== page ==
In a report released today, the Department of Education outlines its plans for improving U.S. teacher education programs. The report, "Our Future, Our Teachers: A Mini-Blueprint for Teacher Education Reform and Improvement," calls for greater accountability and for grant programs targeted to increase diversity within the teaching corps and to aid states in establishing rigorous certification systems.
WASHINGTON—America's public education system must prepare our children for the challenges of the 21st-century knowledge economy, and our teacher preparation programs have to make sure that classroom educators are ready for that mission—so we are encouraged by the administration's focus on teacher preparation as an important part of strengthening our education system.
There is much that can and should be done to improve teacher preparation programs—but we were surprised that a principal recommendation of the report was to judge the effectiveness of a teacher preparation program by, among other things, the test scores of students being taught by its graduates. At the same time that the validity of using standardized tests as the ultimate measure of performance is being widely questioned, the U.S. Department of Education appears to be putting its foot on the accelerator by calling for yet another use for tests—and one for which they were not designed.
The report also proposes to expand grants to teaching programs and students. Rewarding a few deserving candidates is a fine idea, but this is the time to address the larger structural issues confronting teacher preparation today. We lose half of our new teachers in their first five years of teaching, and better preparation would help reduce that rate. So rather than creating a competition that provides resources to some but not others, our educational policies should foster programs that provide all aspiring teachers the preparation they need to succeed in the classroom.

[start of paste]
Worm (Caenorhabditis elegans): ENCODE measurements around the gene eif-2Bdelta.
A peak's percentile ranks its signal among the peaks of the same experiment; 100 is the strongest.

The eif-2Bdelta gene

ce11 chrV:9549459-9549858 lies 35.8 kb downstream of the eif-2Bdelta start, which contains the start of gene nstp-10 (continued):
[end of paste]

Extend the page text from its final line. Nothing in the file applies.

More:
In 2000, the AFT issued a report decrying the state of teacher preparation and made a number of recommendations; sadly, they have not been implemented widely. The improvements we called for include setting higher entry standards for teacher education programs, instituting core liberal arts classes for all education students, requiring subject-matter majors for education students, developing core pedagogy in key subjects, strengthening clinical-experience programs, imposing higher exit and licensure standards, ensuring that alternative licensure programs meet the high standards, and strengthening teacher induction programs.
Those recommendations have gained broad support among experts in the field, and they stand as a solid foundation to build on as we move forward to truly strengthen teacher education. Last month the AFT announced the establishment of a Teacher Education Task Force to examine what 21st-century teacher preparation programs should look like and to identify what resources they need to ensure that every child has a great teacher.
The challenges we face today to improve teacher quality require a comprehensive approach. Revamping teacher preparation programs is one part of a solution that also must include high-quality induction for new teachers, as well as mentoring and professional development programs that expose beginning educators to the best classroom models and the most skillful practitioners.